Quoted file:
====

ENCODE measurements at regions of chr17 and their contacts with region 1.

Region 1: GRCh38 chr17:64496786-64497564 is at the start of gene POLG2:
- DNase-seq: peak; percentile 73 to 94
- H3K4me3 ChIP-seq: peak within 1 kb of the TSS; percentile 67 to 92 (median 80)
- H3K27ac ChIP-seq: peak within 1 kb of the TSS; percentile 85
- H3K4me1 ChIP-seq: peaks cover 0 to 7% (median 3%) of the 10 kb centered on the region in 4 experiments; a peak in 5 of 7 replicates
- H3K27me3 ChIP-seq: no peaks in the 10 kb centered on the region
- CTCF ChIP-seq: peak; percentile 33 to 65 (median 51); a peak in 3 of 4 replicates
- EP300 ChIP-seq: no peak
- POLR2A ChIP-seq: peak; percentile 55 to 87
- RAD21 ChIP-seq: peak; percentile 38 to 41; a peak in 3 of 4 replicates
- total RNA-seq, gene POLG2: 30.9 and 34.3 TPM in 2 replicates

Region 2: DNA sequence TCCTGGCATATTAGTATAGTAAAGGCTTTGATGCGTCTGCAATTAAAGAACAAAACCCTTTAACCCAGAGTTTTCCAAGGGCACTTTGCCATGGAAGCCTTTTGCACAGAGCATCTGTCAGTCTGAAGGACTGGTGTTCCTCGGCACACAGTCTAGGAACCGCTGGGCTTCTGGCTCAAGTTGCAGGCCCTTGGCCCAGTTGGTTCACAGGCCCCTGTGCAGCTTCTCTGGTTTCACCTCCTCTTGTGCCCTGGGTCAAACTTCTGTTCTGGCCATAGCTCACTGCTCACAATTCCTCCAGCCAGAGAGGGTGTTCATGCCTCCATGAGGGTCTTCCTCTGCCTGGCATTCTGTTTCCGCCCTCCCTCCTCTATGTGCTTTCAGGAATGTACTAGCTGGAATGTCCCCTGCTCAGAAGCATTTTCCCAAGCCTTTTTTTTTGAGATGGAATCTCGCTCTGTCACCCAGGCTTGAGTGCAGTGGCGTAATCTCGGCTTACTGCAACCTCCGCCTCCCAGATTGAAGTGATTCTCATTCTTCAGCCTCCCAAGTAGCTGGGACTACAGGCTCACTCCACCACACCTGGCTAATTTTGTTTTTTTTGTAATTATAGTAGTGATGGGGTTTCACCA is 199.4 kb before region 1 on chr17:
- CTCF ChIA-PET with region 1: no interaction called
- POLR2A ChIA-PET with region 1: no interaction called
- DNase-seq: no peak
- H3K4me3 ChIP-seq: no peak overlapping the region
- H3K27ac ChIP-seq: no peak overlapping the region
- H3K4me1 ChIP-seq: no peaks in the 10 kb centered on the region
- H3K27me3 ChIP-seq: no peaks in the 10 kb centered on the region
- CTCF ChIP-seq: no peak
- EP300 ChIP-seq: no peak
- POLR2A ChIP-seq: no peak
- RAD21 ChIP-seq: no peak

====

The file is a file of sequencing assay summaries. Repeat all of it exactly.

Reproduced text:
ENCODE measurements at regions of chr17 and their contacts with region 1.

Region 1: GRCh38 chr17:64496786-64497564 is at the start of gene POLG2:
- DNase-seq: peak; percentile 73 to 94
- H3K4me3 ChIP-seq: peak within 1 kb of the TSS; percentile 67 to 92 (median 80)
- H3K27ac ChIP-seq: peak within 1 kb of the TSS; percentile 85
- H3K4me1 ChIP-seq: peaks cover 0 to 7% (median 3%) of the 10 kb centered on the region in 4 experiments; a peak in 5 of 7 replicates
- H3K27me3 ChIP-seq: no peaks in the 10 kb centered on the region
- CTCF ChIP-seq: peak; percentile 33 to 65 (median 51); a peak in 3 of 4 replicates
- EP300 ChIP-seq: no peak
- POLR2A ChIP-seq: peak; percentile 55 to 87
- RAD21 ChIP-seq: peak; percentile 38 to 41; a peak in 3 of 4 replicates
- total RNA-seq, gene POLG2: 30.9 and 34.3 TPM in 2 replicates

Region 2: DNA sequence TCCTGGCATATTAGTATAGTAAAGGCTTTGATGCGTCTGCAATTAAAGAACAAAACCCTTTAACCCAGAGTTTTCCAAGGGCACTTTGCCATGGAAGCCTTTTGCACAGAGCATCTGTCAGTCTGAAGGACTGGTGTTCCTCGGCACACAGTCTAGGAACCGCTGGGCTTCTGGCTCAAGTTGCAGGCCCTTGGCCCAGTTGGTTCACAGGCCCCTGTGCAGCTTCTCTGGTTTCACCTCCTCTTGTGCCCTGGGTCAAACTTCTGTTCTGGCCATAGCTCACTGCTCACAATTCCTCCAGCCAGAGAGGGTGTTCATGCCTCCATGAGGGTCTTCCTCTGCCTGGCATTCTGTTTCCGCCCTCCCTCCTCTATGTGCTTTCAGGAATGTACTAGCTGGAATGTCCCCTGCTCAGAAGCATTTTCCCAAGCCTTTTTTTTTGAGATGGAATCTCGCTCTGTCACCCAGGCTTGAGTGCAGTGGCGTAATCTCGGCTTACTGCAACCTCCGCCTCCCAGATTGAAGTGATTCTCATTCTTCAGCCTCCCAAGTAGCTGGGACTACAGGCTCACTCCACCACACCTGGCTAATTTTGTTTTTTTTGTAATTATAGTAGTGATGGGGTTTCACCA is 199.4 kb before region 1 on chr17:
- CTCF ChIA-PET with region 1: no interaction called
- POLR2A ChIA-PET with region 1: no interaction called
- DNase-seq: no peak
- H3K4me3 ChIP-seq: no peak overlapping the region
- H3K27ac ChIP-seq: no peak overlapping the region
- H3K4me1 ChIP-seq: no peaks in the 10 kb centered on the region
- H3K27me3 ChIP-seq: no peaks in the 10 kb centered on the region
- CTCF ChIP-seq: no peak
- EP300 ChIP-seq: no peak
- POLR2A ChIP-seq: no peak
- RAD21 ChIP-seq: no peak